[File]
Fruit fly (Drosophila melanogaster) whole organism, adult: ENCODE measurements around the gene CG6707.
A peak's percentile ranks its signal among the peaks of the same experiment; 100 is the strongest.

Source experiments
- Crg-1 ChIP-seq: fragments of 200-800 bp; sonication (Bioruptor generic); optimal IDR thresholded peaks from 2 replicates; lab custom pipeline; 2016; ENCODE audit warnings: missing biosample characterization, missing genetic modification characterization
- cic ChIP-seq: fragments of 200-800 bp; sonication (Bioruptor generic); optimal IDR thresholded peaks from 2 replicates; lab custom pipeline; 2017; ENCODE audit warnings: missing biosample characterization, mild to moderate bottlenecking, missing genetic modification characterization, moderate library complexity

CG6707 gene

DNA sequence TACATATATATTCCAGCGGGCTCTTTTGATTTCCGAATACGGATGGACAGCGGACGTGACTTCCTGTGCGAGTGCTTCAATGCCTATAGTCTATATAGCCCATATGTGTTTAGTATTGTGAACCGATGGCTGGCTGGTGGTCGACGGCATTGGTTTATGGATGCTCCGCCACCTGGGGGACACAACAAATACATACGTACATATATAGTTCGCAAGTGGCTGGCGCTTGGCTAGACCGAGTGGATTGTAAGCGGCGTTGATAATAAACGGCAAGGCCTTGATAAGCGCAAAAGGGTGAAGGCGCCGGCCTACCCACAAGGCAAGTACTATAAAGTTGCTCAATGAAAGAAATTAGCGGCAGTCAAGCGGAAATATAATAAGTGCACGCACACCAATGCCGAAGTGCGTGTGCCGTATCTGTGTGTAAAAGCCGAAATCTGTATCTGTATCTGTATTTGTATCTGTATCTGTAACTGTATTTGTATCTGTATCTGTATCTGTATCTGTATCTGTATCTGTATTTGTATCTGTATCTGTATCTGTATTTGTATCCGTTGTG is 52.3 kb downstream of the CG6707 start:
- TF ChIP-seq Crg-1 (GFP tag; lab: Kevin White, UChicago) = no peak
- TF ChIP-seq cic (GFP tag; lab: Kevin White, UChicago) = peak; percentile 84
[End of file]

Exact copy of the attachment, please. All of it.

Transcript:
Fruit fly (Drosophila melanogaster) whole organism, adult: ENCODE measurements around the gene CG6707.
A peak's percentile ranks its signal among the peaks of the same experiment; 100 is the strongest.

Source experiments
- Crg-1 ChIP-seq: fragments of 200-800 bp; sonication (Bioruptor generic); optimal IDR thresholded peaks from 2 replicates; lab custom pipeline; 2016; ENCODE audit warnings: missing biosample characterization, missing genetic modification characterization
- cic ChIP-seq: fragments of 200-800 bp; sonication (Bioruptor generic); optimal IDR thresholded peaks from 2 replicates; lab custom pipeline; 2017; ENCODE audit warnings: missing biosample characterization, mild to moderate bottlenecking, missing genetic modification characterization, moderate library complexity

CG6707 gene

DNA sequence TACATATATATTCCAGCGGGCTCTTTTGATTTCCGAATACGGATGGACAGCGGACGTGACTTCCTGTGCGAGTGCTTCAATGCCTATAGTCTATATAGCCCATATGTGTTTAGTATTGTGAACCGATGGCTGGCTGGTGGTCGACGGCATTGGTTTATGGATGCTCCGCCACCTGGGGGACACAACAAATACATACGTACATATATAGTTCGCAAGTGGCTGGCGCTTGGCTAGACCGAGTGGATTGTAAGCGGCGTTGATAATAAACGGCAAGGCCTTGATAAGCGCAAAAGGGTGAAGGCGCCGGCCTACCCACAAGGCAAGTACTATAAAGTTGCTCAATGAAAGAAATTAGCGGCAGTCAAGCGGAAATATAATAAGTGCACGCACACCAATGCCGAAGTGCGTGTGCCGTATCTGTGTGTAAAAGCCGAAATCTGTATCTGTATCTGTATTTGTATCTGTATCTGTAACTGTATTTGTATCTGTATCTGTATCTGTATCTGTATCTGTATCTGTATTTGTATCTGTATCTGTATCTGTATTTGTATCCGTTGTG is 52.3 kb downstream of the CG6707 start:
- TF ChIP-seq Crg-1 (GFP tag; lab: Kevin White, UChicago) = no peak
- TF ChIP-seq cic (GFP tag; lab: Kevin White, UChicago) = peak; percentile 84